Jayhawks – Guthrie Theater (Minneapolis, MN)
For years, it seems Minnesotans have waited for the Jayhawks to become rock stars. It started with the critical buzz surrounding 1992’s Hollywood Town Hall, picked up speed when “Blue” became a minor hit in 1995, and was fueled by the rock ‘n’ roll swagger of the band’s shows behind Sound Of Lies and Smile. As the ’90s came to a close, running into a band member around town during a candid moment often led to confessions of frustration over the big break that never came.
When the band kicked off its Rainy Day Music tour at the Guthrie, though, something had clearly shifted for both the band and its hometown fans. Still a couple weeks shy of its street date, the new album had been hailed as a stripped-down return to the band’s roots. Fittingly, the Jayhawks took the stage as a trio — Gary Louris on acoustic guitar (with a few not-so-acoustic processors) and harmonica; Marc Perlman on upright bass, electric bass, and mandolin; and Tim O’Reagan on acoustic guitar and drums.
The evening wasn’t so much a performance as a gathering of old friends. It may have been a theater show with a sold-out crowd of 1,300, but it felt like a coffee shop gig. The moment he stepped onstage, Louris told the war-weary audience, “We’re here to take your mind off the world for a while,” and that’s exactly what they did.
Louris seems to have found new strength and warmth in his voice, bringing a new sincerity to the band’s older material. “I’m Gonna Make You Love Me” was dedicated to former keyboardist Karen Grotberg, who was in the audience. Another former bandmate’s influence was recalled on “Say You’ll Be Mine”, Louris’ recent co-write with former Jayhawk Mark Olson which appeared on Olson’s December’s Child album last year.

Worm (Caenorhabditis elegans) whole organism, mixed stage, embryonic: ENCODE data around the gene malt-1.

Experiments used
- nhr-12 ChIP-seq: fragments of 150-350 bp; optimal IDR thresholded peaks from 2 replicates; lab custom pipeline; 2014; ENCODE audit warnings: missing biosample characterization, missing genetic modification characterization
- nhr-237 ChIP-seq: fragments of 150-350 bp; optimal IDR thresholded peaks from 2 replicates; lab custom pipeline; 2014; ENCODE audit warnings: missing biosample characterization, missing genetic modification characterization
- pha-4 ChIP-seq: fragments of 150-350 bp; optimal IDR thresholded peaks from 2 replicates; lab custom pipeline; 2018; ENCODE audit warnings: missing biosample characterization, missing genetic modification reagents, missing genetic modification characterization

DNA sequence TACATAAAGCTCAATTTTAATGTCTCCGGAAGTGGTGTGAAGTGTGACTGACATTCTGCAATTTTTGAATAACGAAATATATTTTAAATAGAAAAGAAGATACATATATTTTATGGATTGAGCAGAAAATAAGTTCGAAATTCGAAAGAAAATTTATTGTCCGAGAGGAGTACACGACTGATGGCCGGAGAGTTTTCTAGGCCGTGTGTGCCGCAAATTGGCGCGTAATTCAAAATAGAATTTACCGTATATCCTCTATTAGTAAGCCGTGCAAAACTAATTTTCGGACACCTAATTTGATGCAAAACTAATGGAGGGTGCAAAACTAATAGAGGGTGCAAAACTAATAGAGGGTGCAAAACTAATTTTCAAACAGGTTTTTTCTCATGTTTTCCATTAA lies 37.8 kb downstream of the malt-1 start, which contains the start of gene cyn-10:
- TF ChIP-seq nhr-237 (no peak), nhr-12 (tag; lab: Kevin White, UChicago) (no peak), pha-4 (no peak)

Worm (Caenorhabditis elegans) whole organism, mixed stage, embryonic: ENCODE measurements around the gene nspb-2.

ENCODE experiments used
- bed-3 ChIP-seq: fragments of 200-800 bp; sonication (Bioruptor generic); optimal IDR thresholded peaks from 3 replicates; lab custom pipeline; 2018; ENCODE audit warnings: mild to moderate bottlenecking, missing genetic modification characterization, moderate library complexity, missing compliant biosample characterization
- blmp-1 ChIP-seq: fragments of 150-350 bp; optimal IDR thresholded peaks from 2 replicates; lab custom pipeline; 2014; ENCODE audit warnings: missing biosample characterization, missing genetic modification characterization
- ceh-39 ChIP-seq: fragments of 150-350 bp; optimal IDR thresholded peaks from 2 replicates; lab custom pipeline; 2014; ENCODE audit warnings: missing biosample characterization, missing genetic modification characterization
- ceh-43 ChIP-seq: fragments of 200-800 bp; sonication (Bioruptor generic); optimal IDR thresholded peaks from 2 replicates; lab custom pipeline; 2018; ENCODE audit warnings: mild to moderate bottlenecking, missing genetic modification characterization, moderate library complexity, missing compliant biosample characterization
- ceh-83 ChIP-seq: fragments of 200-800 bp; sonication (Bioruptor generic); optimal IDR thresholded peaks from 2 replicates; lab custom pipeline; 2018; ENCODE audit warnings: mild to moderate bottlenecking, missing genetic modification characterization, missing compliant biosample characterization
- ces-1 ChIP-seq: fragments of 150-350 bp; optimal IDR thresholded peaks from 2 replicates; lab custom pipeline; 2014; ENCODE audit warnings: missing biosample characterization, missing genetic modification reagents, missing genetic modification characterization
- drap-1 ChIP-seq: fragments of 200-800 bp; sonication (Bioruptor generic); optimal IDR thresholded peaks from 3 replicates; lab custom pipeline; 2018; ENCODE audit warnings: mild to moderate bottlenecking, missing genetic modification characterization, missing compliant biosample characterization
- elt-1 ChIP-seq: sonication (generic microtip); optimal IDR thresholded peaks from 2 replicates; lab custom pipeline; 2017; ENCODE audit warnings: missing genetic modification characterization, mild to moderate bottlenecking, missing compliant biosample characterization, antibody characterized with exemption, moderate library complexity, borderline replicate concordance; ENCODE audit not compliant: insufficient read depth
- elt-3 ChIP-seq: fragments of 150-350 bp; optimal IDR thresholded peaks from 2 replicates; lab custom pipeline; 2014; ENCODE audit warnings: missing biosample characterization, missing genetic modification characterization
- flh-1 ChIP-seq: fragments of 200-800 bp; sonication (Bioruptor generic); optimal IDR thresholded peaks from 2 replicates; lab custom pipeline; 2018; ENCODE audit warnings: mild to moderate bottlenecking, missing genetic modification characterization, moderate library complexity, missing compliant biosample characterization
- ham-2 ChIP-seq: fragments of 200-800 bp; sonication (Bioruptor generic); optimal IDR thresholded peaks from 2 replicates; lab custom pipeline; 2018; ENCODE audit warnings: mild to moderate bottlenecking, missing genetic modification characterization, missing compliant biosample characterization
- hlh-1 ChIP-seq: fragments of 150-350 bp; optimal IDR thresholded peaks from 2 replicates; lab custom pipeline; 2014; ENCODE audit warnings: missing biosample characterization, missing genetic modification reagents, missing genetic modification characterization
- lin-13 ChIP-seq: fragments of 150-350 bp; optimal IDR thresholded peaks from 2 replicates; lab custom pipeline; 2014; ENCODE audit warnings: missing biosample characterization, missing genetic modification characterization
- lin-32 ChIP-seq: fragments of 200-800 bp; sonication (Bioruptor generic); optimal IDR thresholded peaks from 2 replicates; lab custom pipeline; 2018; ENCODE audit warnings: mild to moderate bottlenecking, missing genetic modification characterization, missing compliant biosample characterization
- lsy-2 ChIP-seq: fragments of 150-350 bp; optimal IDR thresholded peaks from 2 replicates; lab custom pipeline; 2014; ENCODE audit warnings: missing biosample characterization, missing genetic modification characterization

The 27-song set included material from all the Jayhawks’ albums except their out-of-print eponymous debut. “Five Cups Of Coffee” (from 1989’s Blue Earth, reissued in April on Restless/Ryko), “Clouds” (from Hollywood Town Hall), and “Two Hearts” (from ’95’s Tomorrow The Green Grass) mixed beautifully with Rainy Day Music tracks such as “Tailspin” and “Tampa To Tulsa”. Selections from Sound Of Lies and Smile, meanwhile didn’t miss the electric gloss to which they had become accustomed.
The encore opened with Louris’ solo renditions of “Waiting For The Sun” and “All The Right Reasons”, and aptly closed with old pals Dan Murphy (Soul Asylum) and Jim Boquist (Son Volt) joining in on Golden Smog’s “Until You Came Along”.
The Jayhawks may never become rock stars, but this concert showed something far more important: On a day when people were walking around dazed by reports from the war, they brought a community together to share music and take comfort. All in attendance seemed to realize platinum records pale in comparison.